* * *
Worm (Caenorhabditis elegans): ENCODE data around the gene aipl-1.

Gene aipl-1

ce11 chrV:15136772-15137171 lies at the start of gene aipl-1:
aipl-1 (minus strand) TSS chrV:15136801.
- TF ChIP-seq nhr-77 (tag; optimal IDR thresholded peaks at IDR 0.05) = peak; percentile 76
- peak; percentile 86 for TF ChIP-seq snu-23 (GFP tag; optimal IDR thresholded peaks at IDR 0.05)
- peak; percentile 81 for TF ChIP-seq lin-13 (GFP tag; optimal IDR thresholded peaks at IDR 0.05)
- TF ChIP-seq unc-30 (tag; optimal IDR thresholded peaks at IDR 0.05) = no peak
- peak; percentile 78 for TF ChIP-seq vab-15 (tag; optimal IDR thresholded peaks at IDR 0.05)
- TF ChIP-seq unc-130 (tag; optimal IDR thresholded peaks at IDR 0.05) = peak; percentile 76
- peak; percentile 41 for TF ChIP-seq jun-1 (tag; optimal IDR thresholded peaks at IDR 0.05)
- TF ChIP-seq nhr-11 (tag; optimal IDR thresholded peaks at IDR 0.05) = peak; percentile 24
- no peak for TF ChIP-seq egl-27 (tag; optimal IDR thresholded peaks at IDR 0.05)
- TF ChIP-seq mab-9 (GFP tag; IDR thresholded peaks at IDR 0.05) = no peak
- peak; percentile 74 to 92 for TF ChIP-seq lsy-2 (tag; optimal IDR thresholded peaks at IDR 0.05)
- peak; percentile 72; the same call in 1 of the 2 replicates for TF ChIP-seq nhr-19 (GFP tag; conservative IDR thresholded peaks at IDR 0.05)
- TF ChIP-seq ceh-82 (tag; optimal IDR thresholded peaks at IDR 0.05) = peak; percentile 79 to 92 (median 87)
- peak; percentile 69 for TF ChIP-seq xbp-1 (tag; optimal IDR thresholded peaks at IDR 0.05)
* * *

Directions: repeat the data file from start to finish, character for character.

Worm (Caenorhabditis elegans): ENCODE data around the gene aipl-1.

Gene aipl-1

ce11 chrV:15136772-15137171 lies at the start of gene aipl-1:
aipl-1 (minus strand) TSS chrV:15136801.
- TF ChIP-seq nhr-77 (tag; optimal IDR thresholded peaks at IDR 0.05) = peak; percentile 76
- peak; percentile 86 for TF ChIP-seq snu-23 (GFP tag; optimal IDR thresholded peaks at IDR 0.05)
- peak; percentile 81 for TF ChIP-seq lin-13 (GFP tag; optimal IDR thresholded peaks at IDR 0.05)
- TF ChIP-seq unc-30 (tag; optimal IDR thresholded peaks at IDR 0.05) = no peak
- peak; percentile 78 for TF ChIP-seq vab-15 (tag; optimal IDR thresholded peaks at IDR 0.05)
- TF ChIP-seq unc-130 (tag; optimal IDR thresholded peaks at IDR 0.05) = peak; percentile 76
- peak; percentile 41 for TF ChIP-seq jun-1 (tag; optimal IDR thresholded peaks at IDR 0.05)
- TF ChIP-seq nhr-11 (tag; optimal IDR thresholded peaks at IDR 0.05) = peak; percentile 24
- no peak for TF ChIP-seq egl-27 (tag; optimal IDR thresholded peaks at IDR 0.05)
- TF ChIP-seq mab-9 (GFP tag; IDR thresholded peaks at IDR 0.05) = no peak
- peak; percentile 74 to 92 for TF ChIP-seq lsy-2 (tag; optimal IDR thresholded peaks at IDR 0.05)
- peak; percentile 72; the same call in 1 of the 2 replicates for TF ChIP-seq nhr-19 (GFP tag; conservative IDR thresholded peaks at IDR 0.05)
- TF ChIP-seq ceh-82 (tag; optimal IDR thresholded peaks at IDR 0.05) = peak; percentile 79 to 92 (median 87)
- peak; percentile 69 for TF ChIP-seq xbp-1 (tag; optimal IDR thresholded peaks at IDR 0.05)